knox grammar school


Knox's oldest Old Boy Marsden Hordern shares his fondest memories

Knox Grammar’s oldest known living Old Boy is Warrawee’s Marsden Hordern (OKG38) OAM VRD, 102, who began at the School in 1929 and graduated in 1938. Mr Hordern – student 329 – attended Knox alongside brothers Hugh (OKG38) and John (OKG41).
As one of the School’s early students, Mr Hordern was under the Headmastership of Neil MacNeil, who he remembers as “remarkable”.

“He was a decorated Army Officer from World War I, he fought in France, I think he was wounded,” Mr Hordern says.

“He was extremely strict, but he was fair.”

Mr Hordern remembers his days at Knox fondly, and in particular, recalls his excitement about the installation of the swimming baths, which were located on the site of the modern-day Reid Industrial Arts Building.

“I must have been ten or 12 … and they had just built the swimming pool at Knox and it was a terrific thing for a school to have a swimming pool in those days.”

Marsden Hordern (OKG39)

A love of the water was apparent in Mr Hordern from this early age and while at Knox, gained his Royal Life-Saving Society Resuscitation Badge in 1935. After his graduation in 1938, Mr Hordern studied Arts at the University of Sydney and during these years, he signed up to serve in WWII as a Sub-Lieutenant in the Royal Australian Navy, then training for anti-submarine warfare. During this time, he conducted secret missions for the Navy in Timor-Leste and Indonesia, rescuing women and children and evacuating them to Darwin, and protecting the coastline from Japanese attacks.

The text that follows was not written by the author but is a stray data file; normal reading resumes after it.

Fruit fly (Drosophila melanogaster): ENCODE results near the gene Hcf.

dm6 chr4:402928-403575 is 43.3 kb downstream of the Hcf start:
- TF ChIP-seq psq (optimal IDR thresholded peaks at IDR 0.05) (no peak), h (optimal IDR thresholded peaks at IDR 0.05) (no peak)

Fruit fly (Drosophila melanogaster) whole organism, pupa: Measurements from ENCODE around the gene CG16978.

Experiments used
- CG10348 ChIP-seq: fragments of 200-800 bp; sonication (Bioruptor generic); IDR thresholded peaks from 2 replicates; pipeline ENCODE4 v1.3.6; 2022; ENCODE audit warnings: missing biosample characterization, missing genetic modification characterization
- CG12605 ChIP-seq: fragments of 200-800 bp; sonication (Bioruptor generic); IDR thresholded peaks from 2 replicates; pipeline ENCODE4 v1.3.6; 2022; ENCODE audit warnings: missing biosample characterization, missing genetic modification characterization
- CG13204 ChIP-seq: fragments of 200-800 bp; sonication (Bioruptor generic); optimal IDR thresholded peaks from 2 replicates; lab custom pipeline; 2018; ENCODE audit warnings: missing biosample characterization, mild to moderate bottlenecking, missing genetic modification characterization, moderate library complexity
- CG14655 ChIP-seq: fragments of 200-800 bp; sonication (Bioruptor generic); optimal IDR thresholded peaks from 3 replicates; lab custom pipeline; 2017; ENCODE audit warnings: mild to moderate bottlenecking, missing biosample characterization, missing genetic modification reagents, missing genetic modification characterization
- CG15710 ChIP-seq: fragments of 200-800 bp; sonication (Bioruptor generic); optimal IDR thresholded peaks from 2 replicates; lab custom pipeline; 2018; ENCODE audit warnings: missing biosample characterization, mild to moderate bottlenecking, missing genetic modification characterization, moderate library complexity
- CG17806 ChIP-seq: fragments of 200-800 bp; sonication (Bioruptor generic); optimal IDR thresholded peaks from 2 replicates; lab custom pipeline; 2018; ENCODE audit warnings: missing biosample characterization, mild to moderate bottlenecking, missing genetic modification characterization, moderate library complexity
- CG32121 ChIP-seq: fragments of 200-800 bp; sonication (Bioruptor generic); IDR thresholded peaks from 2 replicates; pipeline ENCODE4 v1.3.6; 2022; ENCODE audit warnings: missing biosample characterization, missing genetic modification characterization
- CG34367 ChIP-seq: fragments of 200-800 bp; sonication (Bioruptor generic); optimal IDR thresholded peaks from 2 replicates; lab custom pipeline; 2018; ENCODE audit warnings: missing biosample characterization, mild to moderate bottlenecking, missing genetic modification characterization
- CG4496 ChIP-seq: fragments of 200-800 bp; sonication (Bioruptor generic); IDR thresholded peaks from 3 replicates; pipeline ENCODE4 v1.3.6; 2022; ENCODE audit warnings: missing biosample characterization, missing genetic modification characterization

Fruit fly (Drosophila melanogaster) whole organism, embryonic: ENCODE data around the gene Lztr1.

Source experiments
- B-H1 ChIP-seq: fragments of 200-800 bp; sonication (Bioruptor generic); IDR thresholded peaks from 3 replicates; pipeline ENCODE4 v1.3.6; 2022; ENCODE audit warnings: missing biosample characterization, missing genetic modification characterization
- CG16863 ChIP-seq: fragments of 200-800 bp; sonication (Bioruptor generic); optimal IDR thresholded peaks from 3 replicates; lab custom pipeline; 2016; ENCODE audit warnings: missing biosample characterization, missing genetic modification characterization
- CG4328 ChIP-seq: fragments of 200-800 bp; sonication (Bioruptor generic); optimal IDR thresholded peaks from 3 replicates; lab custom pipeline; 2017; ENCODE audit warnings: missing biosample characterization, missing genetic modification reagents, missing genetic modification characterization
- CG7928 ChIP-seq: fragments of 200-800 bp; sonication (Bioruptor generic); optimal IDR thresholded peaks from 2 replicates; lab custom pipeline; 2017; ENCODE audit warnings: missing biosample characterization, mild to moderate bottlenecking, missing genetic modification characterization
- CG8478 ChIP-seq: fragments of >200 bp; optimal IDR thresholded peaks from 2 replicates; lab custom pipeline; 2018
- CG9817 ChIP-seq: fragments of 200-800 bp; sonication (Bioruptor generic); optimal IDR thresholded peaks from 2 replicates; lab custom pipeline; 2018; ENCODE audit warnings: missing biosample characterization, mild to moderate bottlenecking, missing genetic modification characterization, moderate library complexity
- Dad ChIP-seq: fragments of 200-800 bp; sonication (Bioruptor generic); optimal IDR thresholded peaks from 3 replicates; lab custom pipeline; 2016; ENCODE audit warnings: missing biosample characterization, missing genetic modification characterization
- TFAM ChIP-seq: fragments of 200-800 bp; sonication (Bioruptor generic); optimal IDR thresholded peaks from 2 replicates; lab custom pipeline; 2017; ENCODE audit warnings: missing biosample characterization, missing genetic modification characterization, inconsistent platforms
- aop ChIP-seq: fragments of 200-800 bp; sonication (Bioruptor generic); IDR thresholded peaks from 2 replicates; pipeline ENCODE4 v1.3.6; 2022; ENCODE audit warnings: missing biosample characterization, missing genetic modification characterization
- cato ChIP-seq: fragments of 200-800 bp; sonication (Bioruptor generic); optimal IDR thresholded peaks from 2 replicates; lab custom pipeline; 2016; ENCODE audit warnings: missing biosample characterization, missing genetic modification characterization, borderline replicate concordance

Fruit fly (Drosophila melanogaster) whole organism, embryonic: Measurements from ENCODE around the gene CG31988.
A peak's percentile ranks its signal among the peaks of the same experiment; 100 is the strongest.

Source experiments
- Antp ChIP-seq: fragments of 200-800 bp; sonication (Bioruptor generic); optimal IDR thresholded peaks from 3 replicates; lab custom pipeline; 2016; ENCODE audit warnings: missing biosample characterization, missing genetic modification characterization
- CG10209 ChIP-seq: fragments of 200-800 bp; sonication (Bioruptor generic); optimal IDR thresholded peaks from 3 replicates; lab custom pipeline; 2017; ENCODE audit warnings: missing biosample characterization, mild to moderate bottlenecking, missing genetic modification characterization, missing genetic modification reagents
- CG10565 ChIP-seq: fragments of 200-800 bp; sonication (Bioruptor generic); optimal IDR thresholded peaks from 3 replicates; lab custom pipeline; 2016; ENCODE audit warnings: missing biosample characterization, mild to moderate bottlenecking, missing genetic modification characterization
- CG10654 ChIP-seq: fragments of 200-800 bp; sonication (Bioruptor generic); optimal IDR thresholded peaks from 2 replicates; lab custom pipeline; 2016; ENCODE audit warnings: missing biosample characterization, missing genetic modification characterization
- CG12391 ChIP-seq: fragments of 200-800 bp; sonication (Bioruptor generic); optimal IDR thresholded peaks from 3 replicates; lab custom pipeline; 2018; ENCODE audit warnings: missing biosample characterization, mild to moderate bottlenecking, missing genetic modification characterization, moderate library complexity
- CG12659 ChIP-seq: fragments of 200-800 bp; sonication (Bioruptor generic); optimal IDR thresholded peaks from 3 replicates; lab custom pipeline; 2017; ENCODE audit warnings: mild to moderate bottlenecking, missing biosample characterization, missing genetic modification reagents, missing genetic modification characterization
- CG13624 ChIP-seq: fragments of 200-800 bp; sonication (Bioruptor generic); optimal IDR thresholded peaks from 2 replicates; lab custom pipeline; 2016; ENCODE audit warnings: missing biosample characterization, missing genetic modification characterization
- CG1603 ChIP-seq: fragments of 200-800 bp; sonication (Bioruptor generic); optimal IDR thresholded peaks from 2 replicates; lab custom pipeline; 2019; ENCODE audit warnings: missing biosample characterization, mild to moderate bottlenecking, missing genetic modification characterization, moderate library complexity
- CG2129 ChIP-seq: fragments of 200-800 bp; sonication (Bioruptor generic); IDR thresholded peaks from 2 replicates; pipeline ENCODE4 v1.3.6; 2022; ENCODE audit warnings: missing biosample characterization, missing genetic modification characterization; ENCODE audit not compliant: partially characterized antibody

He continued to serve in the RAN Reserve until 1970.

Taking part in the compulsory Cadet training while a student, Mr Hordern said service to his country was implicit within Knox boys, losing some of his classmates during World War II.

“My cousin Peter Hordern (OKG36) was the first Knox boy killed in active service during the Second World War. War broke out and he went over to Europe and joined the Air Force and was killed.”

Records show that British-born Pilot Officer Alfred Peter Burdett Hordern was 22 and disappeared, presumed killed, during operations over the North Sea on Anzac Day in 1940, during the Battles of Narvik.

Pilot Officer Hordern is remembered at the RAF Memorial in Runnymede, England.

Lieutenant Marsden Carr Hordern pictured after World War II, where he had suffered from malaria while posted to the tropics. Credit: Marsden Carr Hordern OAM VRD

Lieutenant Marsden Carr Hordern., RANVR Credit: Marsden Carr Hordern OAM VRD

Writing in a Knox publication in later years, Mr Marsden recalled: “Many boys in many countries were about to discover that the late 1930s and early 1940s were dangerous years to be leaving school.”

Following the war, Mr Hordern completed his studies and worked in department stores both in Sydney and in the London office of Hordern Brothers, and later established an art gallery specialising in reproductions. He continued to enjoy life on the water as a yachtsman, including participating in four Sydney to Hobart races.

He has written three books and for his work, has been awarded The Age Book of the Year, the Victorian Premier's Literary Award (A. A. Phillips Award for Australian Studies), the Braille Book of the Year; and the Australian Maritime History Prize.

In 2004, Marsden received an honorary Doctor of Letters from Sydney University and in 2009, he received the Order of Australia Medal for “Services to the recording of Australian maritime history, particularly early exploration and naval history during World War II”.

Mr Hordern’s son, Nicholas, graduated from Knox in 1974 and grandson, Edward, graduated in 2005.

A keen chess player, Mr Hordern is regularly visited by Senior Knoxonians Ted Metcalf (OKG55) and Brooks Wilson AM (OKG49) and is described as difficult to defeat.

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